Thursday, October 1, 2009

My 58 Seconds of Fame

I was on tv last night. Went to a high school college fair representing my alma mater and was interviewed by the local weekend anchor. Making an Ivy League education affordable without burdening the graduate with debt is an easy pitch to make, and I must admit that I was pretty enthusiastic.

Got home, feeling lousy, watched The Biggest Loser and bawled like a baby, crawled into bed and then shot up from under the covers - we'd never watched the recording TBG had set up. Damn if they didn't lead with our brochure and start and finish the talking heads piece with my badly-in-need-of-a-haircut self waxing eloquent about the fabulous financial aid opportunities which really do abound, at least at the only school I was talking about. And then we went back to bed.

And I got to thinking about how blase I was about the whole experience. The interviewer was unknown to me, so it wasn't as if I were in the presence of Walter Cronkite. That I would have remembered. But my thoughts on the evening were centered on the kids and parents and drifting back to taking the Cuters to similar evenings. The tv piece wasn't really on my mind.

This wasn't always the case. I used to get really really excited when the media came to call. I've had letters printed in Newsweek and bought copies to send to all my family and friends. Yes, this was very 20th century, before the internet made it easy to brag about yourself. Cost was no object - I was published and everyone needed to know about it.

The Little Cuter was friends with a boy whose mother was the news anchor of the NBC affiliate when the kids were in pre-school. We were friends, not because she was famous, but because the teacher kept telling us how much fun the kids were having together in school. She'd put on a scarf and big sunglasses and we'd sit at Oz Park and watch them scamper. So I had to laugh when she called and told me her afternoon interviewee had fallen sick and I could have my choice of 3 topics, but I had to let her film in my living room that afternoon.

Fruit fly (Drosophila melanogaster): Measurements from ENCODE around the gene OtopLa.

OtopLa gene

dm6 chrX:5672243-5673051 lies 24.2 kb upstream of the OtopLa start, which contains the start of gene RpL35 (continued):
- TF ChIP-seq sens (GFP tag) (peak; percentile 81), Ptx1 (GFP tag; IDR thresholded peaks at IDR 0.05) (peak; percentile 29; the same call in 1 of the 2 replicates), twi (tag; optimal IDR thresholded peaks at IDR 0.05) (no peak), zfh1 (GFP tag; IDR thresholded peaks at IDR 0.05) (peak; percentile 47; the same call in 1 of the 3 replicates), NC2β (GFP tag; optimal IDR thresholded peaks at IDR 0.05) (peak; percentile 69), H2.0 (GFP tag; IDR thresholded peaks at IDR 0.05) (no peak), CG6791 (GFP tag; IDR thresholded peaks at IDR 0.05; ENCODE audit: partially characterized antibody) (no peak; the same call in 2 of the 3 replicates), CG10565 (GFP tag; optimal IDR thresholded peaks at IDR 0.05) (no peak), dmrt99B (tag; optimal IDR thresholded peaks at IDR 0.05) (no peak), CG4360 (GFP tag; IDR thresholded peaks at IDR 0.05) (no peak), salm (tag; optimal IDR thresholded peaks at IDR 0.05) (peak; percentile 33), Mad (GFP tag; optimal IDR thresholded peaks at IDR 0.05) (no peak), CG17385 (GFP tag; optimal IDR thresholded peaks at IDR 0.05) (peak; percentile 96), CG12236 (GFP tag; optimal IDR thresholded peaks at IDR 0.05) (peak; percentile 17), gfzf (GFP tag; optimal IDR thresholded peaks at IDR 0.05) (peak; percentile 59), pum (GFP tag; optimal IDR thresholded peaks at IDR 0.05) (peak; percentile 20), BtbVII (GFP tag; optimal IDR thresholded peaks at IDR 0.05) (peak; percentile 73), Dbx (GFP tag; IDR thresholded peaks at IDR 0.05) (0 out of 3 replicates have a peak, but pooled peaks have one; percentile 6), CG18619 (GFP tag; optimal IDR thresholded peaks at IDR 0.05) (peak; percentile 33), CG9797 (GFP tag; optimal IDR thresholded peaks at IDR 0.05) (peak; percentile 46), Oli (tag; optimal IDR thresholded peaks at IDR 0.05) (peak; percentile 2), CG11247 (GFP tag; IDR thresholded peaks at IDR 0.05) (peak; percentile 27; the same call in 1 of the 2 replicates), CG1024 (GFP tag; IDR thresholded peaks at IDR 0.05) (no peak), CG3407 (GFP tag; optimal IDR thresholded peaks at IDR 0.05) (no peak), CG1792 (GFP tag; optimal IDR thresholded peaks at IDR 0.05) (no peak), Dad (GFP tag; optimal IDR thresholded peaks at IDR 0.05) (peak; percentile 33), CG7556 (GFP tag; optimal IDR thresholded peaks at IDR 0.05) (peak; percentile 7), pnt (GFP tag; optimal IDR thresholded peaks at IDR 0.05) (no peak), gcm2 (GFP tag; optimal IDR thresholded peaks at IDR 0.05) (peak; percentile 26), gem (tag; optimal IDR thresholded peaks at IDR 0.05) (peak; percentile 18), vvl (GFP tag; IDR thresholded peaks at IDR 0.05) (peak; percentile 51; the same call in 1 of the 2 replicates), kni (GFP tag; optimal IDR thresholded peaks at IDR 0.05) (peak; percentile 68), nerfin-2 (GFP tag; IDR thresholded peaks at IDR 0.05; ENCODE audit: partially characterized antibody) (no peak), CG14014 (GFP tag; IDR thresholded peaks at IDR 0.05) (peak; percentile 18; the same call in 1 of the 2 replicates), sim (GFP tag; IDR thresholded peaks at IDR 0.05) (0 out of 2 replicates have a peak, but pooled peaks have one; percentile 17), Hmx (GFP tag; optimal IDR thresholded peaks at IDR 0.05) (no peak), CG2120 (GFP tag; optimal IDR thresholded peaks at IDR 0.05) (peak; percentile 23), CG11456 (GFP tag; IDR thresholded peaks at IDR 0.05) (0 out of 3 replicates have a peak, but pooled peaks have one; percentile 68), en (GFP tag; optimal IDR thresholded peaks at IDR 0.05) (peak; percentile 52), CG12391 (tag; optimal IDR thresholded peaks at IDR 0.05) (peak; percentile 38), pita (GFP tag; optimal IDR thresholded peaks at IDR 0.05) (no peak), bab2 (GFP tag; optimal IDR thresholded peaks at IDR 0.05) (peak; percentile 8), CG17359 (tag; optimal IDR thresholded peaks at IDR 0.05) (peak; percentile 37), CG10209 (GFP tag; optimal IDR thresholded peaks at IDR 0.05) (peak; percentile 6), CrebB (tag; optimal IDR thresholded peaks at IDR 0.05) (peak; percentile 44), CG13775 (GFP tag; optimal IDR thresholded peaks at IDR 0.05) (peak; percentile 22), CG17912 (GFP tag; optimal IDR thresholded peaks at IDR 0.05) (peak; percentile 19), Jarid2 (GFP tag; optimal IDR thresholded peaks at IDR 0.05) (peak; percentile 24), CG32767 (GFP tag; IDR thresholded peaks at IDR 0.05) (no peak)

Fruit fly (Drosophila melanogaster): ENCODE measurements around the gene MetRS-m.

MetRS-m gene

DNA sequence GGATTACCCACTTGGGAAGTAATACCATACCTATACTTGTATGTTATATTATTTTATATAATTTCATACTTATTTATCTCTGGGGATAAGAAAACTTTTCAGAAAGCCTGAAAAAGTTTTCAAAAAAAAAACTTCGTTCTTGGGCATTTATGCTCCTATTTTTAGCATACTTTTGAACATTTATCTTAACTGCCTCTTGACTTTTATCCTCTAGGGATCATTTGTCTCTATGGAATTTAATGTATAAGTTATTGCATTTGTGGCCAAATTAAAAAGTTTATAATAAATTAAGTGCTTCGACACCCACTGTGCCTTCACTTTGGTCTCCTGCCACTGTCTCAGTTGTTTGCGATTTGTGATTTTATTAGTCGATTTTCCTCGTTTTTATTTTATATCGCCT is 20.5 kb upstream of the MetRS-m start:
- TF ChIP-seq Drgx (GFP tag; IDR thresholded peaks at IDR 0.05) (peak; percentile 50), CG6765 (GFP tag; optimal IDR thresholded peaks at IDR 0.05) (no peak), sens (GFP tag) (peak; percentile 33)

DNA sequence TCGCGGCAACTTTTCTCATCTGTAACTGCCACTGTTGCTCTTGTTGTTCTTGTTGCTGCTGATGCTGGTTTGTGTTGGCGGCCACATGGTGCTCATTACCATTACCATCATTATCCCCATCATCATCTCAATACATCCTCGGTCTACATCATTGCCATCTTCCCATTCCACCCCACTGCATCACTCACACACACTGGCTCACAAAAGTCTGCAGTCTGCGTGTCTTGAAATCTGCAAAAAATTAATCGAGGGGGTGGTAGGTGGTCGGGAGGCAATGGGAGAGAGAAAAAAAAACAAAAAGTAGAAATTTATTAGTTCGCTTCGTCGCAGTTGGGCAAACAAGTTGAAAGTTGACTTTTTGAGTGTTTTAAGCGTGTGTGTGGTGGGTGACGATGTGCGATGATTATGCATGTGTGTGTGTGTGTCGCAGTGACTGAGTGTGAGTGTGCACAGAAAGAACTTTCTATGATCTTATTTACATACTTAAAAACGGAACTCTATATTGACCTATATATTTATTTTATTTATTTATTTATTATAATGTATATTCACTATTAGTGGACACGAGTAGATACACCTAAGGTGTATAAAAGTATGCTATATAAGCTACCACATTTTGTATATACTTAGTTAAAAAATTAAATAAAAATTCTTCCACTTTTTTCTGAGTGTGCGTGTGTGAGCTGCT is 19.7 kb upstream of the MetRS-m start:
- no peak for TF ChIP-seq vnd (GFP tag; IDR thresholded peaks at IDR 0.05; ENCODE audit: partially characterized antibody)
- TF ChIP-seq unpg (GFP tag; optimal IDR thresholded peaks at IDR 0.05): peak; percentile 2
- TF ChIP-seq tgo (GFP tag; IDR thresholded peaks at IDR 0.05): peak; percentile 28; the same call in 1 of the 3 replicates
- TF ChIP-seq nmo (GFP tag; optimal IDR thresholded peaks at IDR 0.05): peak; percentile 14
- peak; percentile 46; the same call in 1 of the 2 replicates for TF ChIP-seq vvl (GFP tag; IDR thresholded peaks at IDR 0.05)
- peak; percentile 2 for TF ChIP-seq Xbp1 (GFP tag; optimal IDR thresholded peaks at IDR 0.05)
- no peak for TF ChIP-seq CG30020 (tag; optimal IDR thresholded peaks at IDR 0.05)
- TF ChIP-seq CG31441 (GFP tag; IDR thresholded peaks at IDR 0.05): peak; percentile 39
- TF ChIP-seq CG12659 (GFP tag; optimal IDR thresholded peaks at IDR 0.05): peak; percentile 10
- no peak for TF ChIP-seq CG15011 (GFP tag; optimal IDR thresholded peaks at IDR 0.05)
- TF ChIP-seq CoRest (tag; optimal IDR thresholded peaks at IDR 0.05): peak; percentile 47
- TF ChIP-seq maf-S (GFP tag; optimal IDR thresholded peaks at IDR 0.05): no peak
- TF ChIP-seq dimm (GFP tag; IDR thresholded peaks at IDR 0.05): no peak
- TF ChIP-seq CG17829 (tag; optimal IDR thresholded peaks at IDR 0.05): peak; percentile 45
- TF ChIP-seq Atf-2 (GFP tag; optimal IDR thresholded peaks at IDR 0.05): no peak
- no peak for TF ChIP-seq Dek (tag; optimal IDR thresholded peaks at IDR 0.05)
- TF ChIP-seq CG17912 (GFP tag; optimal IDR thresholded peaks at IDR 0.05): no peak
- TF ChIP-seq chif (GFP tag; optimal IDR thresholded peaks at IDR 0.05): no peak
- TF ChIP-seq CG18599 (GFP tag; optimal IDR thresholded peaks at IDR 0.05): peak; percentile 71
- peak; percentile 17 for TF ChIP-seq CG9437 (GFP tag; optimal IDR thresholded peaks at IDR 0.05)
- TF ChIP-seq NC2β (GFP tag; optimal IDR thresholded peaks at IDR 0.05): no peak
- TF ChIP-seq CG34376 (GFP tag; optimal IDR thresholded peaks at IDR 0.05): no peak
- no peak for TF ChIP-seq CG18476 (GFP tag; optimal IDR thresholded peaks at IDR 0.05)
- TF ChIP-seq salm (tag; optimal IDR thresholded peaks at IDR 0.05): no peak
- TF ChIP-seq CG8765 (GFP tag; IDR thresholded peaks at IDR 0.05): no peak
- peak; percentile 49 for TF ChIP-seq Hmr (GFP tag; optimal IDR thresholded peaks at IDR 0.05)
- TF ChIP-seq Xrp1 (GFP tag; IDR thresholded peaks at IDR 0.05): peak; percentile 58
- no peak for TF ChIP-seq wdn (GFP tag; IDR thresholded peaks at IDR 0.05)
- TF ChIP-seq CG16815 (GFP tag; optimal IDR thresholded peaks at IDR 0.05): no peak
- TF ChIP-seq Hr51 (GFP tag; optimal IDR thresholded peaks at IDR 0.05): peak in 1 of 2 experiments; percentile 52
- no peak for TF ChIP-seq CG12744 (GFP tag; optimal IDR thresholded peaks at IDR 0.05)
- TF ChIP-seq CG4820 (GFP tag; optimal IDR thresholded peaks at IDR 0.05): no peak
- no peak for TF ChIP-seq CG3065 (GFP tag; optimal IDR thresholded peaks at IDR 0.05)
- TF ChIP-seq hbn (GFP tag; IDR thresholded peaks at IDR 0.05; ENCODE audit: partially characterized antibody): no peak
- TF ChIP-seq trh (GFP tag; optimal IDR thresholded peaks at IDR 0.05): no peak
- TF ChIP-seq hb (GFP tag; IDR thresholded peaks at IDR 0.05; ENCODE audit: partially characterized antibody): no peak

What to wear? Was my hair in need of a trim? Did I even own any make-up I could put on? And just how tidied up did the space have to be? I took a deep breath, called my fashion-consultant-playgroup-mom, and talked about over-scheduling 5 year olds. The Big Cuter was adorable ("I was so busy that we had to erase something so there went karate - pffft!") and the house looked great and then I had to wait til the next day to see it.

I never iron. It's boring and the laundry does a better job anyway. But that day I ironed. I carried that ironing board into every room with a tv and watched her station without pausing. Why? Because we were on the trailer ads for the evening news, and I wasn't missing a single airing. I saw soap operas (a girl was in the cleanest South American jungle jail I've ever seen) and talk shows and game shows and I saw myself. On tv. And I glowed. I was so happy.

We taped that newscast and showed it to everyone who visited for the next month. Last night I almost fell asleep before I remembered that I might be on tv. Can it be that I am growing up? That I don't need the external validation of being immortalized on film (ok, on tape)? Or is it that I have enough of a public persona through the Burrow and so I'm not looking for any more?

On the other hand, I have sent emails to every possible source trying to get the snippet posted on-line so I can forward the link to everyone I know. Maybe I was just tired.

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